Struggling to get motivated at work today? Looking at cute animals at work may boost your productivity, Japanese researchers have found.

Researchers from Hiroshima University have found that looking at "kawaii" - Japanese for cute - images before undertaking a task increases concentration levels.

In the first experiment, students were asked to complete a game of Bilibili Dr Game - essentially a Japanese version of Operation. Of the 48 participants, half were shown images of baby animals, while the rest looked at adult animals, before attempting the game again.

Those who looked at the cute animals improved their performances, while the other group did not.


The second experiment asked the participants to look at groups of numbers and answer how many times a certain digit appeared, within three minutes. A different 48 participants took part, but were this time split into three groups, one looking at baby animals, another looking at adult animals and a third group looking at pictures of food. Again those who undertook the task after looking at the cute animals improved their performance from when they did not look at any images before the test. The other two groups did not significantly improve.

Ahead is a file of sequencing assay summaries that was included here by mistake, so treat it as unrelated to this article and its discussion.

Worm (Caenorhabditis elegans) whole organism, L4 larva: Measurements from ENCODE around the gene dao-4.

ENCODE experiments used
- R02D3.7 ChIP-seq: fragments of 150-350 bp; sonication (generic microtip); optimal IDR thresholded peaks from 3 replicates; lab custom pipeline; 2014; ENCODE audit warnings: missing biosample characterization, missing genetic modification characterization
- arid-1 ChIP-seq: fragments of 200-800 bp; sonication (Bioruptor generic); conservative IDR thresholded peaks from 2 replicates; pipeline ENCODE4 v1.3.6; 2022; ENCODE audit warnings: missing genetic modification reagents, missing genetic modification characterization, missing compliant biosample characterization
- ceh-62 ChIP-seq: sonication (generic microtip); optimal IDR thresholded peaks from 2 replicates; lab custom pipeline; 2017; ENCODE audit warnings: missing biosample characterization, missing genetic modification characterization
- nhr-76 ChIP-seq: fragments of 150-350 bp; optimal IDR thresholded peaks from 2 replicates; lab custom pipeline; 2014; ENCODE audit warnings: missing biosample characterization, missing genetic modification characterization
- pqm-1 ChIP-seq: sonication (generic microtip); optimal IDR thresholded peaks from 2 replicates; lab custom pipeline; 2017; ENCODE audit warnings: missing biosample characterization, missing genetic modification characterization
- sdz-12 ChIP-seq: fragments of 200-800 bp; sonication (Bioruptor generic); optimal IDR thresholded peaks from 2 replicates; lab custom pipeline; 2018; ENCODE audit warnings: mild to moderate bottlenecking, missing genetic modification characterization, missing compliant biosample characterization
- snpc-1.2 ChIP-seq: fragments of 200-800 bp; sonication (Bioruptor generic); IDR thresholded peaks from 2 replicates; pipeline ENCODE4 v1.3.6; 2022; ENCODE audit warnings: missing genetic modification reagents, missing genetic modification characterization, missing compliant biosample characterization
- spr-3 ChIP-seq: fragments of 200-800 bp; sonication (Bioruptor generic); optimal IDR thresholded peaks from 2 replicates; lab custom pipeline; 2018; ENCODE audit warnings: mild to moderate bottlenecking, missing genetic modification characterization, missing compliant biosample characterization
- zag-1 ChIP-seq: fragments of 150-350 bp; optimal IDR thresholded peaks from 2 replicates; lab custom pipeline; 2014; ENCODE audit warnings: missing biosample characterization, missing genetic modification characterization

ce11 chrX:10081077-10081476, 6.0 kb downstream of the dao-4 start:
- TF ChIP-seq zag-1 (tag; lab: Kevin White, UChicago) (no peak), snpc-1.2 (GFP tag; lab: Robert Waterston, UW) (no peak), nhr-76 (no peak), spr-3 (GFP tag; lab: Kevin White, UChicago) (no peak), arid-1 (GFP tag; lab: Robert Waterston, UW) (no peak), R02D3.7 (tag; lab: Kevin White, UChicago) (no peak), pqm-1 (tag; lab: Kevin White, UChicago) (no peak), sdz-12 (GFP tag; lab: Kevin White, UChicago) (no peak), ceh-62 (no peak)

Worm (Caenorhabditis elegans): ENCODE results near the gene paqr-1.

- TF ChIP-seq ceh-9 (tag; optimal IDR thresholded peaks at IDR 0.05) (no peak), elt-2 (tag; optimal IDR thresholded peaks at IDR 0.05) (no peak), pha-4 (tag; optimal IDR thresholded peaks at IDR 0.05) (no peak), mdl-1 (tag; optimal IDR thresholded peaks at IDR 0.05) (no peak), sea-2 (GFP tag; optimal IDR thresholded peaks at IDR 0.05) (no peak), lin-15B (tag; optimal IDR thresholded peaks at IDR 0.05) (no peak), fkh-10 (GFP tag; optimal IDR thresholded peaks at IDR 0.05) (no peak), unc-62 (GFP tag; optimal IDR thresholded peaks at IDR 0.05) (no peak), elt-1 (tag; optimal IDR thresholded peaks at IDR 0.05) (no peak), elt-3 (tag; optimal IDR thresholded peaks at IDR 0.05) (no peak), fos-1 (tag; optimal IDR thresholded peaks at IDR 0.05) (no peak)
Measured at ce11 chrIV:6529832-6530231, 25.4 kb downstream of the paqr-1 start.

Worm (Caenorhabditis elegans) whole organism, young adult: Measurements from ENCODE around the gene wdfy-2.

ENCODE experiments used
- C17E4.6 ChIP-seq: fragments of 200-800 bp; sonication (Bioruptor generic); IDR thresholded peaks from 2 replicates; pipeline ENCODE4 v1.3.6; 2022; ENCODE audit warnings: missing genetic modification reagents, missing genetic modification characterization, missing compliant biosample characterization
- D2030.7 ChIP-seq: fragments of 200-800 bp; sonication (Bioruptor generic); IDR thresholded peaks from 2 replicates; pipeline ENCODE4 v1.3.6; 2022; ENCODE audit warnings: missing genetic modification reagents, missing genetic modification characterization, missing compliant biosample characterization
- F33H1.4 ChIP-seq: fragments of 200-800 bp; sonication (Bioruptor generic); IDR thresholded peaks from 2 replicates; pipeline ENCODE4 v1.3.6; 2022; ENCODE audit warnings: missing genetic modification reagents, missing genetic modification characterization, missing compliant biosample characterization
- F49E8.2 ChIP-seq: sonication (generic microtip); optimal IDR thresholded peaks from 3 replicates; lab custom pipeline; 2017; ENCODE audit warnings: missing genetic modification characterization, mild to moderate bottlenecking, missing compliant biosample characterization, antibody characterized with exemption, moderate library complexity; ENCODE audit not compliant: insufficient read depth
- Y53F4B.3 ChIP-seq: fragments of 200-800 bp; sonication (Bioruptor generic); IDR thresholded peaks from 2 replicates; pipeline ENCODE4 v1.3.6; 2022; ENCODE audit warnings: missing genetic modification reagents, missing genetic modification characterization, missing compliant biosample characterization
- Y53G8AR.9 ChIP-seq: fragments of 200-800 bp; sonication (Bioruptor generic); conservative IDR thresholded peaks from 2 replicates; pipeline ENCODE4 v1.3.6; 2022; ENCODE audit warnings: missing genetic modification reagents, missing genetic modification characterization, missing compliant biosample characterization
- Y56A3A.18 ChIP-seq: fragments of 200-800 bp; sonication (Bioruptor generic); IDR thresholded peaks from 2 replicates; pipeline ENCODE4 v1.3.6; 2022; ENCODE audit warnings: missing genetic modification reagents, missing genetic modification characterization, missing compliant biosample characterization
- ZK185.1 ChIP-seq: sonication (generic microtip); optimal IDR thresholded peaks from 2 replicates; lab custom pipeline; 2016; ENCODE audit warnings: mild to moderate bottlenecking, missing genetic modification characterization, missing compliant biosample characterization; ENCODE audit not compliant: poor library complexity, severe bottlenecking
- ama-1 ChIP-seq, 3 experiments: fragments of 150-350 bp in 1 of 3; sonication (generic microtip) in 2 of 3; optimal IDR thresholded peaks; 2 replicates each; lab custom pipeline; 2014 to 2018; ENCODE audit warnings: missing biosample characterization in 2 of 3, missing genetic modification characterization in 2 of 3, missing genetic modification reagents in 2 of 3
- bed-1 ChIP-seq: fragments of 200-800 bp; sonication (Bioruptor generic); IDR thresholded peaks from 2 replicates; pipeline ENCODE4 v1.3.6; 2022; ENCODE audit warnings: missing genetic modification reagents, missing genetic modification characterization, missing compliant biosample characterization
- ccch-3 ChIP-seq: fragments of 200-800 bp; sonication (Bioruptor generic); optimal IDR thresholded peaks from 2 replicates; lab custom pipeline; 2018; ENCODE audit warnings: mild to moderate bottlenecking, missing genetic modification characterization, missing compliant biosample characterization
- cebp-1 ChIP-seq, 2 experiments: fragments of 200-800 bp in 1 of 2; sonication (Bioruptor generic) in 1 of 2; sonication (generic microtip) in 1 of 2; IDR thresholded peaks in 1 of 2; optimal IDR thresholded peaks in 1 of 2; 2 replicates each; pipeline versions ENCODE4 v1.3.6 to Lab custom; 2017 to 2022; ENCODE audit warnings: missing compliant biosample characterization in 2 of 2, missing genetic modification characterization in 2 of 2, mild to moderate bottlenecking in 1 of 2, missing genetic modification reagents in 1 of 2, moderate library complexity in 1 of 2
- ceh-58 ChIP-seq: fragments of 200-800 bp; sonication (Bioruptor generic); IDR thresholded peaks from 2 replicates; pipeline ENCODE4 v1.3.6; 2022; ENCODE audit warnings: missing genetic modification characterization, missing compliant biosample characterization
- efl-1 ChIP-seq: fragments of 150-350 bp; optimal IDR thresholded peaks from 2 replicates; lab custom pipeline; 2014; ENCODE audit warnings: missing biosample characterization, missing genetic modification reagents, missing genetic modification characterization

A third test backed up the findings of the first two tests, with those who viewed cute animals performing better at a global-local letter task.

Their findings have been published in online journal PLoS ONE.

"Kawaii things not only make us happier, but also affect our behaviour," the paper concluded. "This study shows that viewing cute things improves subsequent performance in tasks that require behavioural carefulness, possibly by narrowing the breadth of attentional focus. This effect is not specific to tasks related to caregiving or social interaction. For future applications, cute objects may be used as a facile emotion elicitor. Cute features not only make objects more user friendly and approachable, but also induce careful behavioural tendencies in the users, which is beneficial in specific situations, such as driving and office work."